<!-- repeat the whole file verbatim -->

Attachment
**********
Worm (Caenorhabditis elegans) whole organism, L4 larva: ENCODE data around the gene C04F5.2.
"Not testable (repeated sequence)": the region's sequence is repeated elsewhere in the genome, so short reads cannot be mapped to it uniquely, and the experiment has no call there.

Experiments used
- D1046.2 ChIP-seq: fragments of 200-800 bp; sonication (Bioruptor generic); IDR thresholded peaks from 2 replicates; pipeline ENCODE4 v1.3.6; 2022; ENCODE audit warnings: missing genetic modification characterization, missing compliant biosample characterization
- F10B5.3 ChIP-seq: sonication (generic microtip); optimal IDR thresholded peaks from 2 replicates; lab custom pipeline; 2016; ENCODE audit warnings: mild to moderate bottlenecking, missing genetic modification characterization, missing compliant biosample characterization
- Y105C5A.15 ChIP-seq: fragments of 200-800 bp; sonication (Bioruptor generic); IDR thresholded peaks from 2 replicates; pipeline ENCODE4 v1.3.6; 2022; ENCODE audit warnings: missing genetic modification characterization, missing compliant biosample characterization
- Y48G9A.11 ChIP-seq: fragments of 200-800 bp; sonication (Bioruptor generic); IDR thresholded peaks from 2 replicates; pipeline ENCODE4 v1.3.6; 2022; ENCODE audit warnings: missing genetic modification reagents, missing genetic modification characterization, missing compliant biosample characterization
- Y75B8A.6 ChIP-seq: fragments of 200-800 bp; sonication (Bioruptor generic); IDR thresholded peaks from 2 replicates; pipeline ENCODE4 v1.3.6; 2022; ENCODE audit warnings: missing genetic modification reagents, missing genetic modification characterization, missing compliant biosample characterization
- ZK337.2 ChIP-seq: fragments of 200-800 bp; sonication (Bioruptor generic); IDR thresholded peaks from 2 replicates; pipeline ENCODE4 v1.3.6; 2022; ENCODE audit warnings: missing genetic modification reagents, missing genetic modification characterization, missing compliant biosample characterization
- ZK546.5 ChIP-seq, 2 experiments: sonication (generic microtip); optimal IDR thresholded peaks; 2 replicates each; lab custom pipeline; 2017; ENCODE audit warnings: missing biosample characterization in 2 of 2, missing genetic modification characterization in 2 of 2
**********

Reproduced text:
Worm (Caenorhabditis elegans) whole organism, L4 larva: ENCODE data around the gene C04F5.2.
"Not testable (repeated sequence)": the region's sequence is repeated elsewhere in the genome, so short reads cannot be mapped to it uniquely, and the experiment has no call there.

Experiments used
- D1046.2 ChIP-seq: fragments of 200-800 bp; sonication (Bioruptor generic); IDR thresholded peaks from 2 replicates; pipeline ENCODE4 v1.3.6; 2022; ENCODE audit warnings: missing genetic modification characterization, missing compliant biosample characterization
- F10B5.3 ChIP-seq: sonication (generic microtip); optimal IDR thresholded peaks from 2 replicates; lab custom pipeline; 2016; ENCODE audit warnings: mild to moderate bottlenecking, missing genetic modification characterization, missing compliant biosample characterization
- Y105C5A.15 ChIP-seq: fragments of 200-800 bp; sonication (Bioruptor generic); IDR thresholded peaks from 2 replicates; pipeline ENCODE4 v1.3.6; 2022; ENCODE audit warnings: missing genetic modification characterization, missing compliant biosample characterization
- Y48G9A.11 ChIP-seq: fragments of 200-800 bp; sonication (Bioruptor generic); IDR thresholded peaks from 2 replicates; pipeline ENCODE4 v1.3.6; 2022; ENCODE audit warnings: missing genetic modification reagents, missing genetic modification characterization, missing compliant biosample characterization
- Y75B8A.6 ChIP-seq: fragments of 200-800 bp; sonication (Bioruptor generic); IDR thresholded peaks from 2 replicates; pipeline ENCODE4 v1.3.6; 2022; ENCODE audit warnings: missing genetic modification reagents, missing genetic modification characterization, missing compliant biosample characterization
- ZK337.2 ChIP-seq: fragments of 200-800 bp; sonication (Bioruptor generic); IDR thresholded peaks from 2 replicates; pipeline ENCODE4 v1.3.6; 2022; ENCODE audit warnings: missing genetic modification reagents, missing genetic modification characterization, missing compliant biosample characterization
- ZK546.5 ChIP-seq, 2 experiments: sonication (generic microtip); optimal IDR thresholded peaks; 2 replicates each; lab custom pipeline; 2017; ENCODE audit warnings: missing biosample characterization in 2 of 2, missing genetic modification characterization in 2 of 2